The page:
osechi ryouri (御節料理, Japanese New Year foods) at Kajitsu
Ozoni and osechi ryouri are Japanese traditional New Year's foods, and vegetarian versions of these two dishes are now available at Kajitsu and man, they were so beautiful and delicious!
I am usually a meat person (or a seafood person sometimes), but definitely not a vegetarian.
However, Kajitsu is an exception and I go there every month to taste chef Nishihara's art works.
Ozoni (お雑煮) is mochi rice cakes in soup. In eastern Japan, the soup is clear broth flavored with soy sauce, whereas in western Japan (like Kyoto), the broth is flavored with miso. Kajitsu basically follows Kyoto style, hence its ozoni had white miso soup broth.
Osechi ryouri (御節料理) is an assortment of Japanese traditional New Year foods arranged in square boxes called jubako (重箱). Kajitsu's vegetarian version had chestnut kinton and candied kumquat, sato imo, lotus root filled with butternut squash and mustard, braised beans, daikon, carrot, crone, yomogi namafu with yuzu miso on top, bamboo shoots, arrow head, konbu roll, candied peacan, konnyaku, and baby shiitake with tofu and poppy seeds.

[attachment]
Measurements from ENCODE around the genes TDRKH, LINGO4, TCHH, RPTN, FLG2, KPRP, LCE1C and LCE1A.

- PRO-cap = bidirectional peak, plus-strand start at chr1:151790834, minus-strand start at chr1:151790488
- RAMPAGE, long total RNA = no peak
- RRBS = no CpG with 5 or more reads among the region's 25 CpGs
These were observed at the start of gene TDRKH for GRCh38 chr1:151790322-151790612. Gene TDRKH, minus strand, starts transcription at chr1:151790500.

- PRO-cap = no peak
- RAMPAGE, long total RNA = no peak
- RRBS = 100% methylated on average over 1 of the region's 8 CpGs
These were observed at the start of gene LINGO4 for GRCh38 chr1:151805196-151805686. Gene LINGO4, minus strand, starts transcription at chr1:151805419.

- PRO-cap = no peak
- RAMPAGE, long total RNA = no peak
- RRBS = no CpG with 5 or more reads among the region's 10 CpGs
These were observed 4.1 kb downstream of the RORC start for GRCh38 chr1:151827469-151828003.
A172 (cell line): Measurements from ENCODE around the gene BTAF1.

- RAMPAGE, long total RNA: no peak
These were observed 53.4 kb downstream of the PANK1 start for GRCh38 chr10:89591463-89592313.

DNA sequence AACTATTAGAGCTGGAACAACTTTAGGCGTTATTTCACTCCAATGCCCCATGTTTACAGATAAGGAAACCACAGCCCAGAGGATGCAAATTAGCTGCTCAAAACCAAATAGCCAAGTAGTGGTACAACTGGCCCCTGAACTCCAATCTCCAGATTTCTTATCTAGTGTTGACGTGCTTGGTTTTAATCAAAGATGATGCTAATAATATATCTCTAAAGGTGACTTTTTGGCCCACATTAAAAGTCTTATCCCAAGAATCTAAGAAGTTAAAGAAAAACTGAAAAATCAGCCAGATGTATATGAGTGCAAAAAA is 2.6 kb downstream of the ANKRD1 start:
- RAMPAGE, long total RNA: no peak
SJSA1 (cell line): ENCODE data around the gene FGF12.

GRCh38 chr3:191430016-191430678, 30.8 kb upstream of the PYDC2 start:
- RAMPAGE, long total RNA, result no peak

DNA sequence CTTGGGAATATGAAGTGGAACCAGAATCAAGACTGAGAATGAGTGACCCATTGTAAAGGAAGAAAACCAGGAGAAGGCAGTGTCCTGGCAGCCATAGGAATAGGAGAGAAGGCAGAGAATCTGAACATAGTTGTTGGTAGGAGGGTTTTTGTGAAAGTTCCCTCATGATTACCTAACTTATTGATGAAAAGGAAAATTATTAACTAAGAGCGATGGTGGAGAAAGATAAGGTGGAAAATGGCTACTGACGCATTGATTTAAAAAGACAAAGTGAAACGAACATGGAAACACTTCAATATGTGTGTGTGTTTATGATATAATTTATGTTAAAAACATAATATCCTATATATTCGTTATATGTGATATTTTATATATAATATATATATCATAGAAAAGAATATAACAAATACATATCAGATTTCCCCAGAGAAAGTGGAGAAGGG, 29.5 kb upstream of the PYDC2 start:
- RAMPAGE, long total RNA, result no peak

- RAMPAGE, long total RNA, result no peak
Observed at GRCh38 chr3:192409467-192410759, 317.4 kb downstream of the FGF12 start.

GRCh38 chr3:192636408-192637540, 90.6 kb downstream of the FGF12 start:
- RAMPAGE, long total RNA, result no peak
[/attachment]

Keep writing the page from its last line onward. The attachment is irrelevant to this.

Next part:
Chef Nishihara never stops astonishing me.
He is one of the best Japanese chefs in New York!
414 East 9th Street, New York, NY 10009
Kajitsu is one of the places that really intrigues me, but I've always been hesitant to go since I'm such a carnivore - in fact, I'm not fond of many vegetables at all. I've read some excellent reviews though, including those from your blog - one day I'll get over the fear and make it.
I was skeptical at first because I figured I couldnt enjoy it without the use of some kind of fish dashi, but its now part of my regular monthly rotation. I do know people who hate it because they think the food is bland, this is including vegetarians. I would recommend for people going in for the first time to try it in the spring\summer\early fall when the best variety of vegs are available. In the midst of winter, it is a lot of potatoes, turnips, taro, especially this months menu.